Since I want the source information in TWO places, RootsMagic and FamilySearch, I likely won’t be using RecordSeek. Instead, I will use my templates in RootsMagic to create the source and transcribe the record. Then I will create a new source on FamilySearch and copy/paste the information into FamilySearch.
Here is your assignment, should you decide to accept it (you ARE reading this, so I assume that you really want to play along – cue the Mission Impossible music!):
1) Did you attend the free and virtual RootsTech Connect 2021 this week? What was your favorite moment, experience, session, and/or feature?
Well, let’s say I tried to attend RootsTech 2021. That is before I had a Thursday afternoon appointment and ended up under the weather on Friday.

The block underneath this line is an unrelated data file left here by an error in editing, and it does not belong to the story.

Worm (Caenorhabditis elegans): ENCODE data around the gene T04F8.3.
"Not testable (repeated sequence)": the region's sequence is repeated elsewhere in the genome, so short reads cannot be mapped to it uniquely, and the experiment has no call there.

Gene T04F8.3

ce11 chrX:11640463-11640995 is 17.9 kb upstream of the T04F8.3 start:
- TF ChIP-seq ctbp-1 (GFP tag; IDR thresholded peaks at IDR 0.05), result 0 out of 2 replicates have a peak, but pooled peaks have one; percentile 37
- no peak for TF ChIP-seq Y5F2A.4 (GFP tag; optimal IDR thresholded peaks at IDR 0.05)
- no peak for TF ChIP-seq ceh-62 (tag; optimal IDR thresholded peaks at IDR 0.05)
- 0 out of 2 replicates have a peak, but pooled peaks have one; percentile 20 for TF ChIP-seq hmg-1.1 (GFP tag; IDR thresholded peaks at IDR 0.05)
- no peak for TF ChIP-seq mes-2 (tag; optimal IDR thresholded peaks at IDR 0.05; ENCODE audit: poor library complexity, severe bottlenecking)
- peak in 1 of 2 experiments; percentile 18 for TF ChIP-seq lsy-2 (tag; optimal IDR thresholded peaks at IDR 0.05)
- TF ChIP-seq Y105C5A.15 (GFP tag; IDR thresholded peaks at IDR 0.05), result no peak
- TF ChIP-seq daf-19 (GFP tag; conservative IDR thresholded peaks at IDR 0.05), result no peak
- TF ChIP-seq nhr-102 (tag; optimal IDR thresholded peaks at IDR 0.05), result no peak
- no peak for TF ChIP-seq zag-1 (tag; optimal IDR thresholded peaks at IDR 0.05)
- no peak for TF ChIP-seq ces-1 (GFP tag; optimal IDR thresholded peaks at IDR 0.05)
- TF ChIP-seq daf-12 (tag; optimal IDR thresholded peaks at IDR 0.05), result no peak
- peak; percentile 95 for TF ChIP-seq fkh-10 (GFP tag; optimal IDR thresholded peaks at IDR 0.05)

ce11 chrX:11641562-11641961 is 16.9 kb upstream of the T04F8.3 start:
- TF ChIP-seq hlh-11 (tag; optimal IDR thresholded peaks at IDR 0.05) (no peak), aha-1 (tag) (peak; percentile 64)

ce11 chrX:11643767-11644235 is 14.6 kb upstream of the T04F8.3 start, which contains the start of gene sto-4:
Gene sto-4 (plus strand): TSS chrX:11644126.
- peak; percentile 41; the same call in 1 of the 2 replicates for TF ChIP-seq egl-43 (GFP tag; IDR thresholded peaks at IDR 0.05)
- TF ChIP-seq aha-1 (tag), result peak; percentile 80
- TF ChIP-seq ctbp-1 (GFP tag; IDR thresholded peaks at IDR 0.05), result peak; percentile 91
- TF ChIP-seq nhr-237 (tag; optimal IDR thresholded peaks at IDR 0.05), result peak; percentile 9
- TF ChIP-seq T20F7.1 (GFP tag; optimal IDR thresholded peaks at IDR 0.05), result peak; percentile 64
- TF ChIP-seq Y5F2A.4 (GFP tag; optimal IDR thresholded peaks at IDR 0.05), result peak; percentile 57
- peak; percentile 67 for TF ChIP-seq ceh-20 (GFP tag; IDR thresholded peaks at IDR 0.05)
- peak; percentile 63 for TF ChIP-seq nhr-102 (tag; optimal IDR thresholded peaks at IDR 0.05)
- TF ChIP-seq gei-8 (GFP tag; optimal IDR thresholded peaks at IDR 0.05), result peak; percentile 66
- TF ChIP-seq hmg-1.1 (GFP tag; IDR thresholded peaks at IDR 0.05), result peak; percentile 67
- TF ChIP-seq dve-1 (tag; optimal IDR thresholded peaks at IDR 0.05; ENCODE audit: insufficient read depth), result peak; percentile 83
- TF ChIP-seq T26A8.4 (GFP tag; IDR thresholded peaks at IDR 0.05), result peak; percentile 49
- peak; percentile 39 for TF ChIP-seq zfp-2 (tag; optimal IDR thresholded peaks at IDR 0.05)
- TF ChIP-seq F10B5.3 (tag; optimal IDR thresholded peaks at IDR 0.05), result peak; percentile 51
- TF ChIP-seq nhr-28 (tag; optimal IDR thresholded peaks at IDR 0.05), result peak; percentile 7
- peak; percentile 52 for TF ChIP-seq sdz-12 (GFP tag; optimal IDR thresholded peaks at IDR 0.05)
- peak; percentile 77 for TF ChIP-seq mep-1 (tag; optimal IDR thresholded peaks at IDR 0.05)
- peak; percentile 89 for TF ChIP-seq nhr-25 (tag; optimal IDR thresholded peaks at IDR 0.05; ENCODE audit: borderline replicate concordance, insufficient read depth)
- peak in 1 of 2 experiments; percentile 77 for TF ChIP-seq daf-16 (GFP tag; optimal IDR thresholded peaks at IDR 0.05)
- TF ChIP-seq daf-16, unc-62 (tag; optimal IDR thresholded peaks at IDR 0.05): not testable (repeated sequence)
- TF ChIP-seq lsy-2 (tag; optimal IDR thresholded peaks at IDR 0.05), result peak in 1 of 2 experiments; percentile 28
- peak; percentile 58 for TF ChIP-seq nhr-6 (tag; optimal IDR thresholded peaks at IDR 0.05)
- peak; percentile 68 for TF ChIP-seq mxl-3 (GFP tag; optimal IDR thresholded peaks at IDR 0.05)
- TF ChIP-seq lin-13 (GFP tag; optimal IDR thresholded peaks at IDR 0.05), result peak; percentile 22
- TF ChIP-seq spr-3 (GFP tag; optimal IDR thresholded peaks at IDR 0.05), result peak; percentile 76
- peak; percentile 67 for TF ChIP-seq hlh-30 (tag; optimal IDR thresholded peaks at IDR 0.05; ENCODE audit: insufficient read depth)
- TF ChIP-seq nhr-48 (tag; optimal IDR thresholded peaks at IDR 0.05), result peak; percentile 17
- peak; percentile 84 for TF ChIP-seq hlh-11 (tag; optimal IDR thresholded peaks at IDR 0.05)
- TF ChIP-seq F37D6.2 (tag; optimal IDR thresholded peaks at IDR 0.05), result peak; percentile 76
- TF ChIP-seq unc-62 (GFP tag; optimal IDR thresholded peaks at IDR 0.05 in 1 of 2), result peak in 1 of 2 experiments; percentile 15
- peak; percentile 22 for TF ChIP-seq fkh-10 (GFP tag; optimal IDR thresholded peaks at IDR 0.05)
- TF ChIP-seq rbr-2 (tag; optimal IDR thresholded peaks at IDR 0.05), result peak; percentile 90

In my limited viewing, I
created my playlist of sessions to watch.
checked out many of the exhibitors in the Expo Hall Wednesday evening.
watched the Main Stage opening session on Thursday morning.
left the Main Stage to watch a presentation by the Library of Virginia.
forgot that the sessions were on YouTube and finally realized that I was watching older genealogy presentations when YouTube just kept going after the Library of Virginia presentation.
watched several of the FamilySearch sessions on Saturday.
But, my favorite moment has to be using Relatives at RootsTech. Yes, the concept of 88,907 relatives is beyond comprehension. But the app of my phone took about the top 300 of those and sorted them by common ancestor! Using that feature, I now have a spreadsheet of those contacts with their user name, relationship, and the common ancestors. On Wednesday, I sent a message to quite a few of those ancestors. Since my list has changed from Wednesday, I could make more connections.